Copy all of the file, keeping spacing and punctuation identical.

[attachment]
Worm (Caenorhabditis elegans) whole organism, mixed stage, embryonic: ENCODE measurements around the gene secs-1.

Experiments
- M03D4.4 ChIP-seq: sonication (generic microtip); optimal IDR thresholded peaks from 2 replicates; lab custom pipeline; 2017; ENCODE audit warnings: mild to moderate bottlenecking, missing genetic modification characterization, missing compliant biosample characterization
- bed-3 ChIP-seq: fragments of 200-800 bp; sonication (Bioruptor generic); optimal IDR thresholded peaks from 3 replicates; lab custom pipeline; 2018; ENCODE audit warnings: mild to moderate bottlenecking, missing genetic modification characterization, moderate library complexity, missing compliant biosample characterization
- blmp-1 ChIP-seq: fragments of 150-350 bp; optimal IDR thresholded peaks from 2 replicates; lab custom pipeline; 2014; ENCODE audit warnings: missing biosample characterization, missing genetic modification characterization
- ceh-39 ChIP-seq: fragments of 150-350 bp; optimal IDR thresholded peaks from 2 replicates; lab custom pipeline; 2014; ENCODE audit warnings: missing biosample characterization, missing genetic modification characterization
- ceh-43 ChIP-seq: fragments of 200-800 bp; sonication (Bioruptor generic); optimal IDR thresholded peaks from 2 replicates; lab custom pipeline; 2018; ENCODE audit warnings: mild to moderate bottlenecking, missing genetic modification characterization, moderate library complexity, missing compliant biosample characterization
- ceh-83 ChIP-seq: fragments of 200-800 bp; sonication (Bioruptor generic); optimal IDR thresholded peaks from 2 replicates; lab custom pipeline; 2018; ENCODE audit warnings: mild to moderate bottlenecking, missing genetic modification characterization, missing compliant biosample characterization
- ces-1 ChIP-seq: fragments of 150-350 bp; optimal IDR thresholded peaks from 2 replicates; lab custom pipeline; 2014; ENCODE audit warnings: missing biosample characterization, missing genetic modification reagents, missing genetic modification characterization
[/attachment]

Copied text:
Worm (Caenorhabditis elegans) whole organism, mixed stage, embryonic: ENCODE measurements around the gene secs-1.

Experiments
- M03D4.4 ChIP-seq: sonication (generic microtip); optimal IDR thresholded peaks from 2 replicates; lab custom pipeline; 2017; ENCODE audit warnings: mild to moderate bottlenecking, missing genetic modification characterization, missing compliant biosample characterization
- bed-3 ChIP-seq: fragments of 200-800 bp; sonication (Bioruptor generic); optimal IDR thresholded peaks from 3 replicates; lab custom pipeline; 2018; ENCODE audit warnings: mild to moderate bottlenecking, missing genetic modification characterization, moderate library complexity, missing compliant biosample characterization
- blmp-1 ChIP-seq: fragments of 150-350 bp; optimal IDR thresholded peaks from 2 replicates; lab custom pipeline; 2014; ENCODE audit warnings: missing biosample characterization, missing genetic modification characterization
- ceh-39 ChIP-seq: fragments of 150-350 bp; optimal IDR thresholded peaks from 2 replicates; lab custom pipeline; 2014; ENCODE audit warnings: missing biosample characterization, missing genetic modification characterization
- ceh-43 ChIP-seq: fragments of 200-800 bp; sonication (Bioruptor generic); optimal IDR thresholded peaks from 2 replicates; lab custom pipeline; 2018; ENCODE audit warnings: mild to moderate bottlenecking, missing genetic modification characterization, moderate library complexity, missing compliant biosample characterization
- ceh-83 ChIP-seq: fragments of 200-800 bp; sonication (Bioruptor generic); optimal IDR thresholded peaks from 2 replicates; lab custom pipeline; 2018; ENCODE audit warnings: mild to moderate bottlenecking, missing genetic modification characterization, missing compliant biosample characterization
- ces-1 ChIP-seq: fragments of 150-350 bp; optimal IDR thresholded peaks from 2 replicates; lab custom pipeline; 2014; ENCODE audit warnings: missing biosample characterization, missing genetic modification reagents, missing genetic modification characterization